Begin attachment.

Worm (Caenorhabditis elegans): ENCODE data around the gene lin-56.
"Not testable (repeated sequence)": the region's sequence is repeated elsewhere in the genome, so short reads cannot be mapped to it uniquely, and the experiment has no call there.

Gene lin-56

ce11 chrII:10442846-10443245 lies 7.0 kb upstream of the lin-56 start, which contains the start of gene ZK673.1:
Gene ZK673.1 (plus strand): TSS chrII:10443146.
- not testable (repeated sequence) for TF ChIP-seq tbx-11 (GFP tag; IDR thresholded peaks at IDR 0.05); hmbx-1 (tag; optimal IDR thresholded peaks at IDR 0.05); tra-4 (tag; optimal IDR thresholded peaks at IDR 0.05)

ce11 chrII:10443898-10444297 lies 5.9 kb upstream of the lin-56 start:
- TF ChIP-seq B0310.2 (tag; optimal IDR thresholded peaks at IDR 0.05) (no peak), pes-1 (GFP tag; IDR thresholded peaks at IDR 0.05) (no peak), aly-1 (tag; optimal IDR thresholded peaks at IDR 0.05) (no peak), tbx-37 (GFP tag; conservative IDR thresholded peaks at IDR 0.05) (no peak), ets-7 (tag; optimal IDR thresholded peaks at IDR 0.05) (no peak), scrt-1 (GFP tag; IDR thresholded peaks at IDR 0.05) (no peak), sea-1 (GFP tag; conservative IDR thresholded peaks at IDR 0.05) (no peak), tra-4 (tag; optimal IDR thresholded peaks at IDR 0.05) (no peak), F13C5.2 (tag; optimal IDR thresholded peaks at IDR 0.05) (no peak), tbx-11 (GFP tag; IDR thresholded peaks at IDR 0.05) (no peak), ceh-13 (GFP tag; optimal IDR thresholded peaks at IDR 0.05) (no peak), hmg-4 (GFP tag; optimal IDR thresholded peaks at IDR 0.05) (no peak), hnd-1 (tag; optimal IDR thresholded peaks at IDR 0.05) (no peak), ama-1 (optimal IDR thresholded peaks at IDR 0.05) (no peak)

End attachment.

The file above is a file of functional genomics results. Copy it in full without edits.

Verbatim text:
Worm (Caenorhabditis elegans): ENCODE data around the gene lin-56.
"Not testable (repeated sequence)": the region's sequence is repeated elsewhere in the genome, so short reads cannot be mapped to it uniquely, and the experiment has no call there.

Gene lin-56

ce11 chrII:10442846-10443245 lies 7.0 kb upstream of the lin-56 start, which contains the start of gene ZK673.1:
Gene ZK673.1 (plus strand): TSS chrII:10443146.
- not testable (repeated sequence) for TF ChIP-seq tbx-11 (GFP tag; IDR thresholded peaks at IDR 0.05); hmbx-1 (tag; optimal IDR thresholded peaks at IDR 0.05); tra-4 (tag; optimal IDR thresholded peaks at IDR 0.05)

ce11 chrII:10443898-10444297 lies 5.9 kb upstream of the lin-56 start:
- TF ChIP-seq B0310.2 (tag; optimal IDR thresholded peaks at IDR 0.05) (no peak), pes-1 (GFP tag; IDR thresholded peaks at IDR 0.05) (no peak), aly-1 (tag; optimal IDR thresholded peaks at IDR 0.05) (no peak), tbx-37 (GFP tag; conservative IDR thresholded peaks at IDR 0.05) (no peak), ets-7 (tag; optimal IDR thresholded peaks at IDR 0.05) (no peak), scrt-1 (GFP tag; IDR thresholded peaks at IDR 0.05) (no peak), sea-1 (GFP tag; conservative IDR thresholded peaks at IDR 0.05) (no peak), tra-4 (tag; optimal IDR thresholded peaks at IDR 0.05) (no peak), F13C5.2 (tag; optimal IDR thresholded peaks at IDR 0.05) (no peak), tbx-11 (GFP tag; IDR thresholded peaks at IDR 0.05) (no peak), ceh-13 (GFP tag; optimal IDR thresholded peaks at IDR 0.05) (no peak), hmg-4 (GFP tag; optimal IDR thresholded peaks at IDR 0.05) (no peak), hnd-1 (tag; optimal IDR thresholded peaks at IDR 0.05) (no peak), ama-1 (optimal IDR thresholded peaks at IDR 0.05) (no peak)